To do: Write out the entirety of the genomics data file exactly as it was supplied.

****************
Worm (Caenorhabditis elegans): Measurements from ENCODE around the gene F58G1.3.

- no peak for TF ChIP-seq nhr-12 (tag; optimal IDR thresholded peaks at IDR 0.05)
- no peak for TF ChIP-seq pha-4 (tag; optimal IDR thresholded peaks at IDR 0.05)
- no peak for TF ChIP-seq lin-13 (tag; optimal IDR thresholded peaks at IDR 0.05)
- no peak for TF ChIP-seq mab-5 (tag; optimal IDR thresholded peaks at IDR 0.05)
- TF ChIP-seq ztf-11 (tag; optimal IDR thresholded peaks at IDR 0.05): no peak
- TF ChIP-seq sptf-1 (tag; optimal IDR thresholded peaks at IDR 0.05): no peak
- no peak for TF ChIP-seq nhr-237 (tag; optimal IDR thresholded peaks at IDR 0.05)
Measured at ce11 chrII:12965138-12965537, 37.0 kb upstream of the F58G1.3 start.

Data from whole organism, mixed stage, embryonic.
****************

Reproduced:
Worm (Caenorhabditis elegans): Measurements from ENCODE around the gene F58G1.3.

- no peak for TF ChIP-seq nhr-12 (tag; optimal IDR thresholded peaks at IDR 0.05)
- no peak for TF ChIP-seq pha-4 (tag; optimal IDR thresholded peaks at IDR 0.05)
- no peak for TF ChIP-seq lin-13 (tag; optimal IDR thresholded peaks at IDR 0.05)
- no peak for TF ChIP-seq mab-5 (tag; optimal IDR thresholded peaks at IDR 0.05)
- TF ChIP-seq ztf-11 (tag; optimal IDR thresholded peaks at IDR 0.05): no peak
- TF ChIP-seq sptf-1 (tag; optimal IDR thresholded peaks at IDR 0.05): no peak
- no peak for TF ChIP-seq nhr-237 (tag; optimal IDR thresholded peaks at IDR 0.05)
Measured at ce11 chrII:12965138-12965537, 37.0 kb upstream of the F58G1.3 start.

Data from whole organism, mixed stage, embryonic.